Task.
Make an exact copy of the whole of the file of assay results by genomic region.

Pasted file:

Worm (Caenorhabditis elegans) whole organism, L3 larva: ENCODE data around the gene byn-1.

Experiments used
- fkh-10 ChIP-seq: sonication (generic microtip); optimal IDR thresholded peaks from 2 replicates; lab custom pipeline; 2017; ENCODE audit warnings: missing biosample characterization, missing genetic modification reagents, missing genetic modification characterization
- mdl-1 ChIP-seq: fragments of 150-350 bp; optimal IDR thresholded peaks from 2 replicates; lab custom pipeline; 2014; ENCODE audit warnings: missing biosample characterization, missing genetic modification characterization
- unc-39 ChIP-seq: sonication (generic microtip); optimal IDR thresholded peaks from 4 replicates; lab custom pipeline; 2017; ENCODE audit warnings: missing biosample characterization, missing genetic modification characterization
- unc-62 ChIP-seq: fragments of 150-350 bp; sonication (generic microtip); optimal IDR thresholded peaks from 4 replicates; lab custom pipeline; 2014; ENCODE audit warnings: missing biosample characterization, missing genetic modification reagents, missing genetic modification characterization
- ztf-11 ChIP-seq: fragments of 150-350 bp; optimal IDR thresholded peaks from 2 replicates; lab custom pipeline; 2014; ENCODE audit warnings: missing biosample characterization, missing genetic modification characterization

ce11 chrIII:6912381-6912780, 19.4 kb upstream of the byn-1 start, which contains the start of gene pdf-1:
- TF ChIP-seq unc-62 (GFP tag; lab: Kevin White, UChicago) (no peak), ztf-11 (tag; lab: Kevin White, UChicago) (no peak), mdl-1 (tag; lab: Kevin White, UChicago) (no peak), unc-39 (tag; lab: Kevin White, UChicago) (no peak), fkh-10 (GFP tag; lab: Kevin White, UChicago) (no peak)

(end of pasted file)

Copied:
Worm (Caenorhabditis elegans) whole organism, L3 larva: ENCODE data around the gene byn-1.

Experiments used
- fkh-10 ChIP-seq: sonication (generic microtip); optimal IDR thresholded peaks from 2 replicates; lab custom pipeline; 2017; ENCODE audit warnings: missing biosample characterization, missing genetic modification reagents, missing genetic modification characterization
- mdl-1 ChIP-seq: fragments of 150-350 bp; optimal IDR thresholded peaks from 2 replicates; lab custom pipeline; 2014; ENCODE audit warnings: missing biosample characterization, missing genetic modification characterization
- unc-39 ChIP-seq: sonication (generic microtip); optimal IDR thresholded peaks from 4 replicates; lab custom pipeline; 2017; ENCODE audit warnings: missing biosample characterization, missing genetic modification characterization
- unc-62 ChIP-seq: fragments of 150-350 bp; sonication (generic microtip); optimal IDR thresholded peaks from 4 replicates; lab custom pipeline; 2014; ENCODE audit warnings: missing biosample characterization, missing genetic modification reagents, missing genetic modification characterization
- ztf-11 ChIP-seq: fragments of 150-350 bp; optimal IDR thresholded peaks from 2 replicates; lab custom pipeline; 2014; ENCODE audit warnings: missing biosample characterization, missing genetic modification characterization

ce11 chrIII:6912381-6912780, 19.4 kb upstream of the byn-1 start, which contains the start of gene pdf-1:
- TF ChIP-seq unc-62 (GFP tag; lab: Kevin White, UChicago) (no peak), ztf-11 (tag; lab: Kevin White, UChicago) (no peak), mdl-1 (tag; lab: Kevin White, UChicago) (no peak), unc-39 (tag; lab: Kevin White, UChicago) (no peak), fkh-10 (GFP tag; lab: Kevin White, UChicago) (no peak)